Post Malone, "Twelve Carat Toothache" (Mercury)
Having witnessed A-list peers like Billie Eilish, Drake and Lorde lament the unexpected hardship of celebrity, Malone seems to have concluded that none were being honest about the role they played in their own misery. Behold "Twelve Carat Toothache," perhaps the most self-loathing album by any conflicted pop idol since Kurt Cobain.
Malone's fourth studio LP — his follow-up to the 2019 blockbuster "Hollywood's Bleeding" — presents a discomfiting portrait of the 26-year-old singer/rapper, a titan of the streaming era. He drinks too much; he lets his big mouth get him into fights; he cheats on his lovers and induces his friends' lovers to cheat on them with him. But the desperation with which he details his inability to healthily navigate being famous sets him apart from pop's other rich-and-sad types.
"Love/Hate Letter to Alcohol" addresses booze like it's a person. In "Cooped Up" he not only pukes in a woman's pricey Birkin bag but tells of a visit from the cops that led him to flush something down the toilet.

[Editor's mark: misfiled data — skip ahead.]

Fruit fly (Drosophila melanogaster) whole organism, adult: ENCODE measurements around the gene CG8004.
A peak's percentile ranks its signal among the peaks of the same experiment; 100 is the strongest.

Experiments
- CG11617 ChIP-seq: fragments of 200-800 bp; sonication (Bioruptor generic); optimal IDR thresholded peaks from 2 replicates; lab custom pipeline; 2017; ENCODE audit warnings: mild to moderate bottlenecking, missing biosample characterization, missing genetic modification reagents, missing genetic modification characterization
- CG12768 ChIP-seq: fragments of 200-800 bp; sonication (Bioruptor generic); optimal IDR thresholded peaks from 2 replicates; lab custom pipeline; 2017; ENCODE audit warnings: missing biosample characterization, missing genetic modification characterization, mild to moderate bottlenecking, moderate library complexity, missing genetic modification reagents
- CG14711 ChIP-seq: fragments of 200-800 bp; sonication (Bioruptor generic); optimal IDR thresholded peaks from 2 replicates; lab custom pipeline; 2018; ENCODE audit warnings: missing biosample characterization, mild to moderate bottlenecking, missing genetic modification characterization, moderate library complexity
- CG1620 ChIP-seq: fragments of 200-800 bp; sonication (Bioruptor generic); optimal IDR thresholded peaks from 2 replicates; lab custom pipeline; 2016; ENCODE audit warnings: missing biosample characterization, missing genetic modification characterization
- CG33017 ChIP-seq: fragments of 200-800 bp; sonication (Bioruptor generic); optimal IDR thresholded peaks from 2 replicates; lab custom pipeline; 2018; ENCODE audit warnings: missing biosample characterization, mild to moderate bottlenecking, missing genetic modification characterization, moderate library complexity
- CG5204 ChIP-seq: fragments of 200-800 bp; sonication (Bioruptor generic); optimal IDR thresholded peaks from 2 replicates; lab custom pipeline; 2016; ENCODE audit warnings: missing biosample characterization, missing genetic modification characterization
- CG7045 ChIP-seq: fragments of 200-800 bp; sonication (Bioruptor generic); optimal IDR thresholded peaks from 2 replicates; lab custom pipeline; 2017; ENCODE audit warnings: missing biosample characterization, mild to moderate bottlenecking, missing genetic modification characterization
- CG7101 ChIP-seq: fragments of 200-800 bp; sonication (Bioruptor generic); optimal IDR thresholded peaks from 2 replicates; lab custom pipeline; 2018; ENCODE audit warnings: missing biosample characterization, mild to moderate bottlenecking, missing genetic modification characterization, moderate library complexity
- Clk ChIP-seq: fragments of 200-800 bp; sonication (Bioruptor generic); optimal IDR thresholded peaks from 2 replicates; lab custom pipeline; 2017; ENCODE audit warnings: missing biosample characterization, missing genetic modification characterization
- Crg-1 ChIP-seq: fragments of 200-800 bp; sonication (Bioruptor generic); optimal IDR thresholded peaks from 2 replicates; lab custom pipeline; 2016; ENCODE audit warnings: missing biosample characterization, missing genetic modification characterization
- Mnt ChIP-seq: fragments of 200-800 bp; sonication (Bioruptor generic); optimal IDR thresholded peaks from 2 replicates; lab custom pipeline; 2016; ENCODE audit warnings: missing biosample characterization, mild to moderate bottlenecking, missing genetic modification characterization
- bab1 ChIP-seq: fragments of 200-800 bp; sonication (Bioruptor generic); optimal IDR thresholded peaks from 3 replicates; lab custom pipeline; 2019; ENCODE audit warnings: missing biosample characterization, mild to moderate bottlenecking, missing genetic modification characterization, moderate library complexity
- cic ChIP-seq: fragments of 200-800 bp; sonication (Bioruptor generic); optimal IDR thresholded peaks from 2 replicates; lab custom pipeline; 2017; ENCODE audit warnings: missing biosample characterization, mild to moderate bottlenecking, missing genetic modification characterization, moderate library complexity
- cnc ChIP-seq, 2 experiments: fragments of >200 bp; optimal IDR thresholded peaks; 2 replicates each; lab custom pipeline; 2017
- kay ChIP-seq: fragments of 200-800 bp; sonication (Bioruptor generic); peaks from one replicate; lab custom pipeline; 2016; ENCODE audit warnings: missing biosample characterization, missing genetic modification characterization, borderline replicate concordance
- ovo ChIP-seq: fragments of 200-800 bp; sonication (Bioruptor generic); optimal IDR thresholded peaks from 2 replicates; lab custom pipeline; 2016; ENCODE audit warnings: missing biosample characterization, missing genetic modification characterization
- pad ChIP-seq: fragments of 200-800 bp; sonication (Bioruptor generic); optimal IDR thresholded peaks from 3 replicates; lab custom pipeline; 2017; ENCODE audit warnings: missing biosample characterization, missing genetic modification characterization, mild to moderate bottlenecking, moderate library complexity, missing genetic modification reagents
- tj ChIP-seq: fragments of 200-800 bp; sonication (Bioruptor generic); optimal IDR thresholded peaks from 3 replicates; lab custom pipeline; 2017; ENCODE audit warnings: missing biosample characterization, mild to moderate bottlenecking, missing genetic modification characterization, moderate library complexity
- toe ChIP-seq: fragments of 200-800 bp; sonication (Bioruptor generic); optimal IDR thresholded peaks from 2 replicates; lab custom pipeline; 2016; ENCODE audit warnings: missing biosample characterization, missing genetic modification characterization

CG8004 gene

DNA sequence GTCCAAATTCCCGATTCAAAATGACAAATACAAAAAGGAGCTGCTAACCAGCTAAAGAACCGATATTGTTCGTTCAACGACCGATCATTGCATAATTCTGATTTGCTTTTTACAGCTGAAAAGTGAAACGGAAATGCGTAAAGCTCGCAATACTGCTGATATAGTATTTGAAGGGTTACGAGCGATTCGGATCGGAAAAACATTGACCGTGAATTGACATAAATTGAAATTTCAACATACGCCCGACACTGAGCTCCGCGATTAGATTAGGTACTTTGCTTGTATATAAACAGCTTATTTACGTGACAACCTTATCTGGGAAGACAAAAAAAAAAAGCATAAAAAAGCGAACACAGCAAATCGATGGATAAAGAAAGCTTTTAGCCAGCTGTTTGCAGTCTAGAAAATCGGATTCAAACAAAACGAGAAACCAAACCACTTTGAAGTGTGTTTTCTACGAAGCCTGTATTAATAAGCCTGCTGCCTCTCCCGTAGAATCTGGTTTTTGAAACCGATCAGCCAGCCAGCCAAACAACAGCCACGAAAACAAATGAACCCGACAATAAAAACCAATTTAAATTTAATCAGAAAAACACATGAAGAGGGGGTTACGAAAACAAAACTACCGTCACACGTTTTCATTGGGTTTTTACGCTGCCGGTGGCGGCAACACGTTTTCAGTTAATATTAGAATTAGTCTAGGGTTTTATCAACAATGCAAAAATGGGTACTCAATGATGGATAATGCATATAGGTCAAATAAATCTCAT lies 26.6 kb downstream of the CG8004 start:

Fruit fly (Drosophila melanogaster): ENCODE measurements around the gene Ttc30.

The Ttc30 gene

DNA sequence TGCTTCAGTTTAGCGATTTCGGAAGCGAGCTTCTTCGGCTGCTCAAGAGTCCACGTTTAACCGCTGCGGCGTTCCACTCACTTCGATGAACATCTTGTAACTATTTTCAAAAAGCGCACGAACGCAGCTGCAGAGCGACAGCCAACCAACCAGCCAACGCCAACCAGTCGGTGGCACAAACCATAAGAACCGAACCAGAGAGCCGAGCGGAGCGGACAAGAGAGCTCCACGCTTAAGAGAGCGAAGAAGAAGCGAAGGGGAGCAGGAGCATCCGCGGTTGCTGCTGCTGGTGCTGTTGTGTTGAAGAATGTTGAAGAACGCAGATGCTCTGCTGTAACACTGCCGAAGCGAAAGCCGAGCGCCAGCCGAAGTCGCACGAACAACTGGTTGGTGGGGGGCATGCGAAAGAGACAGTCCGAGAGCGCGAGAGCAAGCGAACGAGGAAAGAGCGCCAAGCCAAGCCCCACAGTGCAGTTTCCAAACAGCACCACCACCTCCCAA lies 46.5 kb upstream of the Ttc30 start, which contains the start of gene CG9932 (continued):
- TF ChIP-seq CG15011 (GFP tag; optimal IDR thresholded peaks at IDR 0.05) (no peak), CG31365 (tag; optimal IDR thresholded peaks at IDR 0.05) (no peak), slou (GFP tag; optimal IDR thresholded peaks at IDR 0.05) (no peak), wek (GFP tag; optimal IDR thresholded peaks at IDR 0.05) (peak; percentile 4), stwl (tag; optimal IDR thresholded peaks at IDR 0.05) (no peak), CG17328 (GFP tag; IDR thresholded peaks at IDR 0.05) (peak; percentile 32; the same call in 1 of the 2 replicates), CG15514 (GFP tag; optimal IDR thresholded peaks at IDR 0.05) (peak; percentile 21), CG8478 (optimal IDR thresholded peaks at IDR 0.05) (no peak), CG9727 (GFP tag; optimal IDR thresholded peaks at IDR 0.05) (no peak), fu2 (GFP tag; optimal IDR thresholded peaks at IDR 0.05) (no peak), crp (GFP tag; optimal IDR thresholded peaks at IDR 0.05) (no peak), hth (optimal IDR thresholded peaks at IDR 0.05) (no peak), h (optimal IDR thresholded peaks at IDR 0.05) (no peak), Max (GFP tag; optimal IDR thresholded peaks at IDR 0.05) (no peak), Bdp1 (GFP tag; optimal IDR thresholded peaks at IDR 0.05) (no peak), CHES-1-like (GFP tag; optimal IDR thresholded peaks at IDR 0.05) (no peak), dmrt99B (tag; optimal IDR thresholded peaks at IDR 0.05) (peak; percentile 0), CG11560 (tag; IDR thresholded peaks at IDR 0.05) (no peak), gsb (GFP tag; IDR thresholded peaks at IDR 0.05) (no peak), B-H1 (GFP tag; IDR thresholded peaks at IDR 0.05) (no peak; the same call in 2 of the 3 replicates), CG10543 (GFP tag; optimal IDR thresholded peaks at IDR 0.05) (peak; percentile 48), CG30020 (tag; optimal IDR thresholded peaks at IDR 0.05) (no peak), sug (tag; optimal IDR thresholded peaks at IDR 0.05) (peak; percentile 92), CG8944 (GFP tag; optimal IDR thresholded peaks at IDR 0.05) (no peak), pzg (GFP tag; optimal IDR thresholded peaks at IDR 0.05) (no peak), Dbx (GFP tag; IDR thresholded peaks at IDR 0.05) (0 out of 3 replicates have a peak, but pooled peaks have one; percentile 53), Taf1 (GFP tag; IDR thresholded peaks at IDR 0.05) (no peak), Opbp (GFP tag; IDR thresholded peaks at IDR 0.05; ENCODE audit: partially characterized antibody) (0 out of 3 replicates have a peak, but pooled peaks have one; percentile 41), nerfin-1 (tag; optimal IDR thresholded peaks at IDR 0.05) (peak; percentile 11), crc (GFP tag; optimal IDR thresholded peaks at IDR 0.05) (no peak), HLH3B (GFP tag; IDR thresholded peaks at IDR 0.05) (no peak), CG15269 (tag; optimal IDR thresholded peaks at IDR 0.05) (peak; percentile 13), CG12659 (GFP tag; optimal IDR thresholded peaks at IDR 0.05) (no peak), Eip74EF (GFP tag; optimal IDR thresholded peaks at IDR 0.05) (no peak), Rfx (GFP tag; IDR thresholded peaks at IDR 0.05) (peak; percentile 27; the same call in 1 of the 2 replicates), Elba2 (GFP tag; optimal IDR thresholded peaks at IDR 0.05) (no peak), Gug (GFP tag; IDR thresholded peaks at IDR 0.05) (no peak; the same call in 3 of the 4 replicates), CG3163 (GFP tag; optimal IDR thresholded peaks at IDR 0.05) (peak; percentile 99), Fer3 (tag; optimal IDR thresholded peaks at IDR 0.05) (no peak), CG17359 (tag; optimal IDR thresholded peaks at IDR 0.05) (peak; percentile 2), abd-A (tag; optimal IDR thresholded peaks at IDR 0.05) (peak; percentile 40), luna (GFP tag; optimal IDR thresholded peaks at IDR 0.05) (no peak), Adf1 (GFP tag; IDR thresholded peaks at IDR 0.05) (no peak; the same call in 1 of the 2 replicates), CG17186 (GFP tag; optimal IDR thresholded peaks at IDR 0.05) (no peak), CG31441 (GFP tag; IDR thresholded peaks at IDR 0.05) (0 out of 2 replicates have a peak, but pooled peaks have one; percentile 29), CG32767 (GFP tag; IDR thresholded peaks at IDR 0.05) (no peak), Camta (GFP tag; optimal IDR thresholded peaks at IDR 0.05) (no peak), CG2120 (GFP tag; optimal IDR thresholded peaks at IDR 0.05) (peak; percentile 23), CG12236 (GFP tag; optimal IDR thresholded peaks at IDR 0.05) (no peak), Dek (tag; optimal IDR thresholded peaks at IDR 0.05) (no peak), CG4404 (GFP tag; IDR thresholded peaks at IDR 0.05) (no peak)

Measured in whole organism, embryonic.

You're tempted in moments like the toilet lyric to wonder whether Malone is inching toward a knowing self-parody. But then you get "Waiting for a Miracle." "Oh my God / Just take the firearm from me," he pleads, "I understand that I'm too weak." The effect is chilling.
Musically, "Twelve Carat Toothache" again mashes crunchy rock guitars, oozing synths and throbbing machine beats. Malone's melodies are maybe a bit less sticky than on "Hollywood's Bleeding," though hooks and guests (Roddy Ricch, the Weeknd) still abound. The album's heavy gloom lifts a couple of times, most notably in the beachy "I Like You (A Happier Song)," where Malone and Doja Cat trade flirtations.
There's also " Wasting Angels," a tuneful duet with one of Malone's foremost inheritors, 18-year-old the Kid Laroi. Malone seems to be dispensing hard-won advice. And yet: "I don't wanna know the truth," Laroi responds. He showed up on the wrong album.
MIKAEL WOOD, Los Angeles Times
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